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      Authorization really should be unasked as a question. Instead, we should consider building capability-safe systems where authorization is implicit; possession of a capability is equivalent to permission for invoking that capability.

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      It is devilishly complicated to design authorization policies that you know are bulletproof in most of the AuthZ languages. I haven’t looked into SpiceDB/Zanzibar but I suspect it has the same problem. Unless you can GUARANTEE that a typo in an AuthZ policy won’t leave your door wide open for attackers, uptake will be very slow.

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        This is definitely true for many systems – one of the nice aspects of more modern approaches to authorization is that you can effectively test/model check your systems before deployment. For example, SpiceDB allows folks to check positive/negative assertions and exhaustive relationships using the Playground or GitHub Actions. Outside of proving just the model, SpiceDB also supports a mode specifically for running application integration tests.

        The reality is lots of folks are building this stuff themselves and they are not experts. Also very few organizations have the budget to dedicated engineering to only solving this problem, so they’re unlikely to have priorities to build all of the tooling you need to gain confidence in your permissions model.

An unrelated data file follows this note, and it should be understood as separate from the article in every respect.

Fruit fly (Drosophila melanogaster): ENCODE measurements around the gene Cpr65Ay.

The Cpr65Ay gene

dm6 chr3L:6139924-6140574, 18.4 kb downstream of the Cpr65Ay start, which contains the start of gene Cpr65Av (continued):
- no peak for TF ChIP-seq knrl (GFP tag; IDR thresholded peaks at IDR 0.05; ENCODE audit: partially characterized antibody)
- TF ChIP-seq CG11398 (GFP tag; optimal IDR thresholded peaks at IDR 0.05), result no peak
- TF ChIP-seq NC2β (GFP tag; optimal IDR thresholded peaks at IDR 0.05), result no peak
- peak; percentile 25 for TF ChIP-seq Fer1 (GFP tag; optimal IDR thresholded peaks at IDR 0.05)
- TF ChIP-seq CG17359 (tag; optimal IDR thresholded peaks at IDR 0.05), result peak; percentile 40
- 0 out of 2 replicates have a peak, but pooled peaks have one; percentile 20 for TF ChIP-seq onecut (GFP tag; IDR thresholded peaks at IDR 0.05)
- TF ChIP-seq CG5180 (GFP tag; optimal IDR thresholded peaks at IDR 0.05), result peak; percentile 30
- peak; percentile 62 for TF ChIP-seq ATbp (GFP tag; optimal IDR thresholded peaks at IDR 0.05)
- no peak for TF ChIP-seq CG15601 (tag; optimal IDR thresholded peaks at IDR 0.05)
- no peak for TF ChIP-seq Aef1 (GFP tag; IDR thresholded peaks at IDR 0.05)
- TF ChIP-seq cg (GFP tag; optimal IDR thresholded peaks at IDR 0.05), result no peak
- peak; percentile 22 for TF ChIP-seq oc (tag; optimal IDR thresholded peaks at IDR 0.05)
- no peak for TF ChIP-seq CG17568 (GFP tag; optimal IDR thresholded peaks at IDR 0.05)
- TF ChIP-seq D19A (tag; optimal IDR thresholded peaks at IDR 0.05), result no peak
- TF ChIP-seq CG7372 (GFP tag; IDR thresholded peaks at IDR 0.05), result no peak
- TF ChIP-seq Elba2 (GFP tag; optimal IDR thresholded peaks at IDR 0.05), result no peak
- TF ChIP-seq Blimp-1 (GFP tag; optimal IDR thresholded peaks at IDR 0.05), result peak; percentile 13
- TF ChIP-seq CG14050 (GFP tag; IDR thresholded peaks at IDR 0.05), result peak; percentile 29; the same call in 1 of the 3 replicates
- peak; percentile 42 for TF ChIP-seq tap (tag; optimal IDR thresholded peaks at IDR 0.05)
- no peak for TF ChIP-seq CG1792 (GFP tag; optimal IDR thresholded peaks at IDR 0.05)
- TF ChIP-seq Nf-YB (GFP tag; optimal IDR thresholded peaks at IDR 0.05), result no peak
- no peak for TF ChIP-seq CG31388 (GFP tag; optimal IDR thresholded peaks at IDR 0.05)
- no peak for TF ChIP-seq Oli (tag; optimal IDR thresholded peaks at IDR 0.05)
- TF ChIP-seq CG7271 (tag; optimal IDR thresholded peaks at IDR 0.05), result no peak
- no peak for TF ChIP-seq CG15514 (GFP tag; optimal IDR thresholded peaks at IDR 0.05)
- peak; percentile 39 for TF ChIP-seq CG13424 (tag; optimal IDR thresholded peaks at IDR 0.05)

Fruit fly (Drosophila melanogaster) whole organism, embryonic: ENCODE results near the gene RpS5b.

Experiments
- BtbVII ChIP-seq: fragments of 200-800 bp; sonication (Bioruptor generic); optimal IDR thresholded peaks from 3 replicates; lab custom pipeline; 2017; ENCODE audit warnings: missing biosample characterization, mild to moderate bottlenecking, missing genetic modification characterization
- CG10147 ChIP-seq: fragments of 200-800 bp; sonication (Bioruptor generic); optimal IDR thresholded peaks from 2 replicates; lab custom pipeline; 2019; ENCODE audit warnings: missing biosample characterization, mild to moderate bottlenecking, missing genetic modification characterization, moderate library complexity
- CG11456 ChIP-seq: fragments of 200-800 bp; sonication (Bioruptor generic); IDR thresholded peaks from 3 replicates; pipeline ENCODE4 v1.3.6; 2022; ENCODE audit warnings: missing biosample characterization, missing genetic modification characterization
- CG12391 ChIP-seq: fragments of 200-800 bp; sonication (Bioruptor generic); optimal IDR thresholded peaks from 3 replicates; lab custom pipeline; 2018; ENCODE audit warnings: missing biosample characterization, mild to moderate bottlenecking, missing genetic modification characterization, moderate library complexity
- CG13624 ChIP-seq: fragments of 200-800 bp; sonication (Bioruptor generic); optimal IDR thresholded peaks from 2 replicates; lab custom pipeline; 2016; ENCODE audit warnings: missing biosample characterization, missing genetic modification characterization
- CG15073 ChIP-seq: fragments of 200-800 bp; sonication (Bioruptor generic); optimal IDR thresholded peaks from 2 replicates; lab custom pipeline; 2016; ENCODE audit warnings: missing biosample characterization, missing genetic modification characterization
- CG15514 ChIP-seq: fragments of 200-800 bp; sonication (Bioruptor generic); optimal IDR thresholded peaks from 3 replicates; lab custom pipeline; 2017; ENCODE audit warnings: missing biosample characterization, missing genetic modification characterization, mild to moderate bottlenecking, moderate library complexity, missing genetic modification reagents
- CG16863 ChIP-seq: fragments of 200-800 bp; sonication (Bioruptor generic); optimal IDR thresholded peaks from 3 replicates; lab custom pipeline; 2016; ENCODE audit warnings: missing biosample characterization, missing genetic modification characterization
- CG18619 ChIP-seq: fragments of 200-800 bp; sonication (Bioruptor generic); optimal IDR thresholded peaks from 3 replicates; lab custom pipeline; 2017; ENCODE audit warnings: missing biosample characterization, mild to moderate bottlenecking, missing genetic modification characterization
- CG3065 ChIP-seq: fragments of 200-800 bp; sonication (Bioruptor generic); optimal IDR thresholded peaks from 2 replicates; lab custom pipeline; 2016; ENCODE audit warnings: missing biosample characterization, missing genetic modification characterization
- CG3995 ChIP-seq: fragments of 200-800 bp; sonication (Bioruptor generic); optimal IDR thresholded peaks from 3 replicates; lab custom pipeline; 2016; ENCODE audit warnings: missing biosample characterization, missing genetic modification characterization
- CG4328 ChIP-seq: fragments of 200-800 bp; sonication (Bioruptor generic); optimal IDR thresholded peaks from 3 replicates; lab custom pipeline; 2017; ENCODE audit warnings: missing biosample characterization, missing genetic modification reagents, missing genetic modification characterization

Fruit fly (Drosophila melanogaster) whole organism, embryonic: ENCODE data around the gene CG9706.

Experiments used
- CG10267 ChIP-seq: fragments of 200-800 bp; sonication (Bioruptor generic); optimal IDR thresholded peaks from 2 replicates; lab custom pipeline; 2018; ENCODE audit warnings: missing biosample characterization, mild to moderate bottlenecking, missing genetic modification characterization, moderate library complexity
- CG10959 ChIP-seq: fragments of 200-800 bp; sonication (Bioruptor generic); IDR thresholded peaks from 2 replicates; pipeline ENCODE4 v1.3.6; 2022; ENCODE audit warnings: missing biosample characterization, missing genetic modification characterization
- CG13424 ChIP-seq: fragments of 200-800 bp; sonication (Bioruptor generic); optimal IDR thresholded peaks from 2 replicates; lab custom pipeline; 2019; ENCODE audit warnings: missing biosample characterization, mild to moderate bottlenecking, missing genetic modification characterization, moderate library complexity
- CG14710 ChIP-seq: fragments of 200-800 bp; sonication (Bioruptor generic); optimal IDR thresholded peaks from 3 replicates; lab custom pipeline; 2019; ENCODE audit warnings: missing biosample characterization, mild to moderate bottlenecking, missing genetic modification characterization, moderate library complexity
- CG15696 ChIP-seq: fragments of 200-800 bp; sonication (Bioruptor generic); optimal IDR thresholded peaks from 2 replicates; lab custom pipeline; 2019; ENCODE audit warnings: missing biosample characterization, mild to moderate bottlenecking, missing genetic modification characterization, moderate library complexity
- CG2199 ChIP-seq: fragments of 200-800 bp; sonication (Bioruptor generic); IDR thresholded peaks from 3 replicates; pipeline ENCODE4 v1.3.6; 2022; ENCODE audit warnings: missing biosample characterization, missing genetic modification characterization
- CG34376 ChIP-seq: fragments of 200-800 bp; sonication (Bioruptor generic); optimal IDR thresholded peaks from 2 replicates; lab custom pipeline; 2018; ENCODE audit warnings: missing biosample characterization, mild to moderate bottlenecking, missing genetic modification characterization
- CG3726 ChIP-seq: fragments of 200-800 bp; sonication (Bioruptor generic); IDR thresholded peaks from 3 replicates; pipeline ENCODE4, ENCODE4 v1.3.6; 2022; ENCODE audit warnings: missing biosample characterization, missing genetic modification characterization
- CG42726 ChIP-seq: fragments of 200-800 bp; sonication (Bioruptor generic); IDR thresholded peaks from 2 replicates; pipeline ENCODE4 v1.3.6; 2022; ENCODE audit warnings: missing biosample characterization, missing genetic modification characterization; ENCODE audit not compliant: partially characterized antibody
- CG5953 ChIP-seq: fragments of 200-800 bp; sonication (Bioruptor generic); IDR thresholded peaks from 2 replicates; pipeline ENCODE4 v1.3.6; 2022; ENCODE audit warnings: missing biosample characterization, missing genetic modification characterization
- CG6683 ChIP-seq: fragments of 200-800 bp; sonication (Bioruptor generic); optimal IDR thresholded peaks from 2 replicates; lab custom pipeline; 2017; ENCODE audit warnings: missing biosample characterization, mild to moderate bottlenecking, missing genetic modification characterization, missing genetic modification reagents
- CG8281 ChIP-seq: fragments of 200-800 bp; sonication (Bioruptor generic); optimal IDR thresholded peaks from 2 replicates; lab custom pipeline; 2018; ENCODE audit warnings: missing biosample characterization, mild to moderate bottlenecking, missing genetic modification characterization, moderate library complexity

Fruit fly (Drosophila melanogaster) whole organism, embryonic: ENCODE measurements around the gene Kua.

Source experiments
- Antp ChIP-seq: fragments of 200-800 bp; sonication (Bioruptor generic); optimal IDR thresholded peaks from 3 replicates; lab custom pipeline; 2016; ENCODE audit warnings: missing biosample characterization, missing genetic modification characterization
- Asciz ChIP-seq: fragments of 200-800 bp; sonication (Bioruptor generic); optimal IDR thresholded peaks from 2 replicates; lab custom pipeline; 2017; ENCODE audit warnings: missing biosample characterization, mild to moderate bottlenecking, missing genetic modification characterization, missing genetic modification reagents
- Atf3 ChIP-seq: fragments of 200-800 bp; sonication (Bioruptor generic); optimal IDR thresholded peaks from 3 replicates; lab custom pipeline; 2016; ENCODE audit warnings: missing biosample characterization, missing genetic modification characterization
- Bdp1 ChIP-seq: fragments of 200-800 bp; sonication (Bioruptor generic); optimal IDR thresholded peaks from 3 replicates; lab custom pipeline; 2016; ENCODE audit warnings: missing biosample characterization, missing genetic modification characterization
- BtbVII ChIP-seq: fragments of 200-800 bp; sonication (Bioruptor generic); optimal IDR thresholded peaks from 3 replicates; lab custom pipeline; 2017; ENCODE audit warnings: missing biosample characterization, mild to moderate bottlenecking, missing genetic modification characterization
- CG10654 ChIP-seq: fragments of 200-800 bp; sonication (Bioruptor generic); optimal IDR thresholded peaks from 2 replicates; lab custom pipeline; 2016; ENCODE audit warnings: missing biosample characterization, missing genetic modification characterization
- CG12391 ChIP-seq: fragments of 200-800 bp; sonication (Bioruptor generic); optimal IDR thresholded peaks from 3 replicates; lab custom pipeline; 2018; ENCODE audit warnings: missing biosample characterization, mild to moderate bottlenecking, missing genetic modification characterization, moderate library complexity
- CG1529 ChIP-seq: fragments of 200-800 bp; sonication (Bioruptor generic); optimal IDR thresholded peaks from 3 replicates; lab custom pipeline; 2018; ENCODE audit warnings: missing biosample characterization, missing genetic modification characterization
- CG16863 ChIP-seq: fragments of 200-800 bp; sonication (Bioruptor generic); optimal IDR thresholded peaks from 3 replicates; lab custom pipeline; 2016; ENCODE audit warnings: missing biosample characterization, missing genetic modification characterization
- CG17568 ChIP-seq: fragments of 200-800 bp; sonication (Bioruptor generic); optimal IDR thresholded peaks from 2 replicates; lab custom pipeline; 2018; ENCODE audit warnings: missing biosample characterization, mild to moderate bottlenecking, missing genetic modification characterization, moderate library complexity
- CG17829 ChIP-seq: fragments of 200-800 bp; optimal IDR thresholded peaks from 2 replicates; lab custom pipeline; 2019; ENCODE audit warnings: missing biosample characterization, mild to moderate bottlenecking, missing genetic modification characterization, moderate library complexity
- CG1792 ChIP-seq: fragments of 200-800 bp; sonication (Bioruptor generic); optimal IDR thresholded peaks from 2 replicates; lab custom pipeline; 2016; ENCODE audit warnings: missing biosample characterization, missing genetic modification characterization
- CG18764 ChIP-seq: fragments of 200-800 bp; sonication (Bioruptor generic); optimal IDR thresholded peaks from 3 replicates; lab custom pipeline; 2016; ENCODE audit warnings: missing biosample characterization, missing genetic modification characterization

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      A primer on modern authorization systems

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      I think it is difficult to discuss authorization systems without discussing

      • provisioning systems
      • role engineering

      Role engineering is sort of like establishing the ‘type’ model (roles) and the maintaining the type model on ongoing basis. These systems include role harvesting, policy harvesting, and then governance. Some times this is called Policy modeling.

      Provisioning system is where basic checking is done, for example that Role A and Role M must not be combined together. Obviously provisioning does a lot more (it is a workflow to identify, assign, check and approve for roles).

      I cannot find quickly links to the systems implementing the above, so apologies for that. I have been out of the field for a number of years, so not current.


      Permissions are inflexible Certainly, that’s the case if they are static. But a typical authorization system would be using a rule engine at a PDP (policy decision point). To provide rule-based decision flexibility.

      The PDPs are also used to inject filtering criteria into SQL queries (to push authorization rules down to the query engines). Eg (in 2011) : https://axiomatics.com/news/press-releases/axiomatics-releases-new-reverse-query-authorization-product-a-breakthrough-innovation-for-authorization-services